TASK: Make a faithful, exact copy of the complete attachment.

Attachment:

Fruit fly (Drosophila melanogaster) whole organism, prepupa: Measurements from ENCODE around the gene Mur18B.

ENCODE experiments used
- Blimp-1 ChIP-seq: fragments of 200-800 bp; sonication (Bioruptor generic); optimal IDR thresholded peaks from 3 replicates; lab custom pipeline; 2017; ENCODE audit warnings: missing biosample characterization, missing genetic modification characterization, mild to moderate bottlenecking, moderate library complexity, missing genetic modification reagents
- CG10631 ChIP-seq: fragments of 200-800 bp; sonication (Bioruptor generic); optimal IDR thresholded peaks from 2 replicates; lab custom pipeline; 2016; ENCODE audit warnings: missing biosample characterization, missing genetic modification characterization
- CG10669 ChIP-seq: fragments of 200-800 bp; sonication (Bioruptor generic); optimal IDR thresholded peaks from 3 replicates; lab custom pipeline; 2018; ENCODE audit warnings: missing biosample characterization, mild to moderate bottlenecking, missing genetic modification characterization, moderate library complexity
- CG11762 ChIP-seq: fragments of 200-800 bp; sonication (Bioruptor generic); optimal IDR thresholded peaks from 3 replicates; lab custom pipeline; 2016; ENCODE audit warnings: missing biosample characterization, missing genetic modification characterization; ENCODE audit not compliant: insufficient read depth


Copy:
Fruit fly (Drosophila melanogaster) whole organism, prepupa: Measurements from ENCODE around the gene Mur18B.

ENCODE experiments used
- Blimp-1 ChIP-seq: fragments of 200-800 bp; sonication (Bioruptor generic); optimal IDR thresholded peaks from 3 replicates; lab custom pipeline; 2017; ENCODE audit warnings: missing biosample characterization, missing genetic modification characterization, mild to moderate bottlenecking, moderate library complexity, missing genetic modification reagents
- CG10631 ChIP-seq: fragments of 200-800 bp; sonication (Bioruptor generic); optimal IDR thresholded peaks from 2 replicates; lab custom pipeline; 2016; ENCODE audit warnings: missing biosample characterization, missing genetic modification characterization
- CG10669 ChIP-seq: fragments of 200-800 bp; sonication (Bioruptor generic); optimal IDR thresholded peaks from 3 replicates; lab custom pipeline; 2018; ENCODE audit warnings: missing biosample characterization, mild to moderate bottlenecking, missing genetic modification characterization, moderate library complexity
- CG11762 ChIP-seq: fragments of 200-800 bp; sonication (Bioruptor generic); optimal IDR thresholded peaks from 3 replicates; lab custom pipeline; 2016; ENCODE audit warnings: missing biosample characterization, missing genetic modification characterization; ENCODE audit not compliant: insufficient read depth